Evald: Empowering women beyond the grave

Lexi Woodcock

“Power, Passion, and Faith,” a biography on Emmy Carlsson Evald written by her great-granddaughter Sharon Wymann, tells the life story of a young activist for women’s rights. On Wednesday Nov. 2, Wymann held a zoom meeting open to the public, educating listeners about Evald’s life and legacy.

Evald Hall, named after Emmy Carlsson Evald, is one of her many contributions to Augustana College and the world. She created the first ever women’s dormitory on campus, which is now known as Evald Hall. Her influence remains in many buildings all over the globe. 

Emmy Carlsson Evald was born in 1857 in a poorer section of Chicago known as “Swede Town.” Her parents were both Swedish immigrants and part of the Lutheran denomination. After spending a few years in Sweden for additional education, she returned to the States to enroll in Rockford College. 

Although she did not attend Augustana College, her father, Erland Carlsson, was a part of the Augustana Synod as well as one of the board chairs. This connection allowed young Evald to play a very important role in Augustana’s culture through both her religious and social views. 

From an early age, Evald challenged traditional gender roles. She was determined to establish better representation for women, and she wasn’t afraid to work for it. Evald conducted and participated in peaceful protests, in one she marched with Susan B. Anthony. 

Dr. Ann Boaden, former Augustana English professor, author of “Light and Leaven” and board member of the Augustana Historical Society, studies historical figures such as Evald and their influence.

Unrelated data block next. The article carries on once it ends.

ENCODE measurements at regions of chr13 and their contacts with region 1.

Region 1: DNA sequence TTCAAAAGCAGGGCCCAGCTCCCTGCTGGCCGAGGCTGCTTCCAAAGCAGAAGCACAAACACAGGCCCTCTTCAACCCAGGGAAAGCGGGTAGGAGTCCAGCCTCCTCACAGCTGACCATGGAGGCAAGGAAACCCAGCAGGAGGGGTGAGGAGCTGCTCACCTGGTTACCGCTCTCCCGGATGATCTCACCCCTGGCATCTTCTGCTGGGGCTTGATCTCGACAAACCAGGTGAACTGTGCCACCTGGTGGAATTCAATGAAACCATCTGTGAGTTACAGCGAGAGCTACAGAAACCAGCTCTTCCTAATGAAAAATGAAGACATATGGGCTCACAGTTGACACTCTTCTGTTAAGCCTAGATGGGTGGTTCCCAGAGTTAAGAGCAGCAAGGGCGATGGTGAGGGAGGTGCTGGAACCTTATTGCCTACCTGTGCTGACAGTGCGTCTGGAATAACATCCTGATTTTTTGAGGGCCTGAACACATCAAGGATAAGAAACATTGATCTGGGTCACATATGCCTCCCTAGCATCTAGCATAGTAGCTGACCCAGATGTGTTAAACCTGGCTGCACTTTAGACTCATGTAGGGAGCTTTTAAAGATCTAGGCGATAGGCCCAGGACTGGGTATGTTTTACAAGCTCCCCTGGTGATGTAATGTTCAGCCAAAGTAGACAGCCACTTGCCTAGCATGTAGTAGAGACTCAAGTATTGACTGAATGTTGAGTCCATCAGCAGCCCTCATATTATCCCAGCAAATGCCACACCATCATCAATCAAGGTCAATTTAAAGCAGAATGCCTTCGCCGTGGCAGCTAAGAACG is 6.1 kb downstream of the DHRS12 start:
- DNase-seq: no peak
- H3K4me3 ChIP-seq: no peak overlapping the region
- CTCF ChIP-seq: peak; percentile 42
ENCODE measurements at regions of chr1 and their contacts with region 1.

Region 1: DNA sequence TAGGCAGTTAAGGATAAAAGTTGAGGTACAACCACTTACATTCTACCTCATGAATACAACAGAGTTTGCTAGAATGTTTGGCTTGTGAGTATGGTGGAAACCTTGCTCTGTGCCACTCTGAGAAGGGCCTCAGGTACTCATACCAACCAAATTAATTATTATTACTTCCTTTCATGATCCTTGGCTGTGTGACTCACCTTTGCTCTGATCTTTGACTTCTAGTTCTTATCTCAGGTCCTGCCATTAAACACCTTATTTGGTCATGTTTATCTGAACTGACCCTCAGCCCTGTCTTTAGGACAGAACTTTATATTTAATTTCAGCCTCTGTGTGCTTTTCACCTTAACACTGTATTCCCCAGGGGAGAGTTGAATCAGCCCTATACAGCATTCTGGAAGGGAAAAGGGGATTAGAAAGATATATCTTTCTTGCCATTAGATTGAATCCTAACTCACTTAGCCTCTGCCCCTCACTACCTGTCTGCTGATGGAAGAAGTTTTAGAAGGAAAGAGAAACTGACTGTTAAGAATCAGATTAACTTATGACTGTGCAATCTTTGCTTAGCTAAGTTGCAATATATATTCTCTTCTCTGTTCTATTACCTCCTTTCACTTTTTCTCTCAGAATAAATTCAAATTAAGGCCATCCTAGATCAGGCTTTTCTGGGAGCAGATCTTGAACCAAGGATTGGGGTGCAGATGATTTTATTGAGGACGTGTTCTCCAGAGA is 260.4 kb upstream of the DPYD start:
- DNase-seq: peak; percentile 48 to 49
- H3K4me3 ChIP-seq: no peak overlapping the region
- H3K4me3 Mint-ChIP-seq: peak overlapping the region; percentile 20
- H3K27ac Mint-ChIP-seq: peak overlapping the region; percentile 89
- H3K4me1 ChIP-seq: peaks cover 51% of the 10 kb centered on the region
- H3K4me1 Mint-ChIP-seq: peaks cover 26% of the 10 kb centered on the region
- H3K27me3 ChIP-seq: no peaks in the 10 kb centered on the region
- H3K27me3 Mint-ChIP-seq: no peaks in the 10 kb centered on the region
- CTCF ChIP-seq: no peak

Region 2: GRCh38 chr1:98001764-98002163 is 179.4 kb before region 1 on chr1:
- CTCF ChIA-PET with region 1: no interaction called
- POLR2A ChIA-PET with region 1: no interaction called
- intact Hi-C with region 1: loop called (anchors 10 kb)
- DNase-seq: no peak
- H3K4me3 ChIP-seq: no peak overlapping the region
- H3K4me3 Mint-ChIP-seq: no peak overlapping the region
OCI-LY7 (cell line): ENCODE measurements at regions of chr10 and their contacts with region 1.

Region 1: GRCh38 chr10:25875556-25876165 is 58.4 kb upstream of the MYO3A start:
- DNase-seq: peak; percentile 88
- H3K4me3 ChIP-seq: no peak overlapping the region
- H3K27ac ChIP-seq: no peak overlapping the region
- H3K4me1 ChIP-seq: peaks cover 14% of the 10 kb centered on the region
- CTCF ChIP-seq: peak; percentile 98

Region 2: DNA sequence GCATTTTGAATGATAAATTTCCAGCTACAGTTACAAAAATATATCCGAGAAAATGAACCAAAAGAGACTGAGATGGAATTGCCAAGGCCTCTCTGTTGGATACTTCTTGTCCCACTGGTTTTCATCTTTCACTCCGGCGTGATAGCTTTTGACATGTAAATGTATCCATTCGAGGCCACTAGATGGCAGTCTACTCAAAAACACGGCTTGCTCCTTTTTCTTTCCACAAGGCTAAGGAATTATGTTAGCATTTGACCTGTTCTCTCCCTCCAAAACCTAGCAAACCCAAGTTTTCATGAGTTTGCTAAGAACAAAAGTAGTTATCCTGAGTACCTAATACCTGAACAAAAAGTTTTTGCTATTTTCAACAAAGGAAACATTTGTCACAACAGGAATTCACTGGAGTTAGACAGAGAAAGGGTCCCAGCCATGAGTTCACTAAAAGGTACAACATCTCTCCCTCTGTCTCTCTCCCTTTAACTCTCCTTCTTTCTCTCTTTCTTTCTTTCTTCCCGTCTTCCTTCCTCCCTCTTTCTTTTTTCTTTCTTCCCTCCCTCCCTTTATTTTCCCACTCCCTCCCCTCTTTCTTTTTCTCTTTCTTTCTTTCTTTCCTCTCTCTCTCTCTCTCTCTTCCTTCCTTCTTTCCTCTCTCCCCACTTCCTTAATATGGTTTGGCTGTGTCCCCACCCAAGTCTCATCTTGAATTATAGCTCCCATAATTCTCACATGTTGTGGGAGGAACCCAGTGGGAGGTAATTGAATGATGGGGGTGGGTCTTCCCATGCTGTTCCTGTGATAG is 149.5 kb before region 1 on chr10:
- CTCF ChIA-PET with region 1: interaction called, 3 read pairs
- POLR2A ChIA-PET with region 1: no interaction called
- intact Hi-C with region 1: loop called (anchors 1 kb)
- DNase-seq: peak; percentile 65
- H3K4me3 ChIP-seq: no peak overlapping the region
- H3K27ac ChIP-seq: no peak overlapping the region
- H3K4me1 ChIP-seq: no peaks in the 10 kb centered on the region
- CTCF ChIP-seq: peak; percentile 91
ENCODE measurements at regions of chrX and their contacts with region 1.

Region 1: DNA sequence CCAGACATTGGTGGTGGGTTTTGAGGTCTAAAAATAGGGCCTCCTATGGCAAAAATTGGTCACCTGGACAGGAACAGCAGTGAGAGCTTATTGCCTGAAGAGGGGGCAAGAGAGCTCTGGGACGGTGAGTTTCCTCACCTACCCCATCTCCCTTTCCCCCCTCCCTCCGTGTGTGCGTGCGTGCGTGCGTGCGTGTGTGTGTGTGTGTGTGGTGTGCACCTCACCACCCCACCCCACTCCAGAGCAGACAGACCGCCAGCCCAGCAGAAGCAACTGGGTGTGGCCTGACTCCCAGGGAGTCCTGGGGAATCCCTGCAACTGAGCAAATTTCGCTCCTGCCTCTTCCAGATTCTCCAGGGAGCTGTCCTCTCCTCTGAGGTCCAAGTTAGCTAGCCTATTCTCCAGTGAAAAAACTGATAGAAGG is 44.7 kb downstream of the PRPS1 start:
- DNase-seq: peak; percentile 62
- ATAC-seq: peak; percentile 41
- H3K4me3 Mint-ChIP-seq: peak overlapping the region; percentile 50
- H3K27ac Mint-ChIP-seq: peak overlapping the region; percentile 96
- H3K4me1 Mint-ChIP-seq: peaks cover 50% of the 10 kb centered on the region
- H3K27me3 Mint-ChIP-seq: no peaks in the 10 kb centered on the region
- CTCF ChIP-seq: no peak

“She was a force. She tore through her world like a whirlwind,” Boaden said. “Decades of absolutely impassioned action, vision and unrelenting pressure toward the goals that she had in mind.” 

In 1892, Evald founded the Women’s Missionary Society, creating health centers and schools for women. They raised money and created locations all around the world, ranging from China to South Africa. 

“Her energy for social justice and equity was poured into her creation of the Women’s Missionary Society,” Boaden said. 

In the early 1920s, Augustana did not have any form of women’s dormitory or center, so Evald and her group decided to raise money in support of what was known as the “Woman’s Building.” Raising over $100,000, the dorm was built in the fall of 1928. 

This building is now known as Evald Hall. But, it took some time before it received that name. The building remained a women’s dormitory until 1960, when the women were moved to a new and improved space. Then, it became a men’s hall named Carlsson Hall in honor of Evald’s father. 

It was not until 2008 that the building was renamed Evald Hall in honor of Emmy Carlsson Evald. 

Dr. Kai Swanson, special assistant to President Talentino and member of the Augustana Historical Society, said he is in awe of Evald’s powerful legacy. He believes that Augustana students can take a very important message away from her. 

“It’s extraordinary to me to think of what kind of energy she had, and it was all for a mission and a purpose. It was to make life better for people she would never meet,” Swanson said. 

Evald not only changed the lives of many women across the world, but her influence forever changed the culture of Augustana College. Her dream of equality and equity helped build Augustana’s foundational morals, as well as expand the college’s horizons across the globe. Evald fostered connections for past and present Augustana students to countries all over the world. 

“She’s one of my heroes,” Swanson said. 

After leading a fulfilled life full of empowering and helping others, Emmy Carlsson Evald is one of Augustana’s and the world’s heroes. So, the next time you are walking to class in Evald Hall, take a moment to remember Emmy.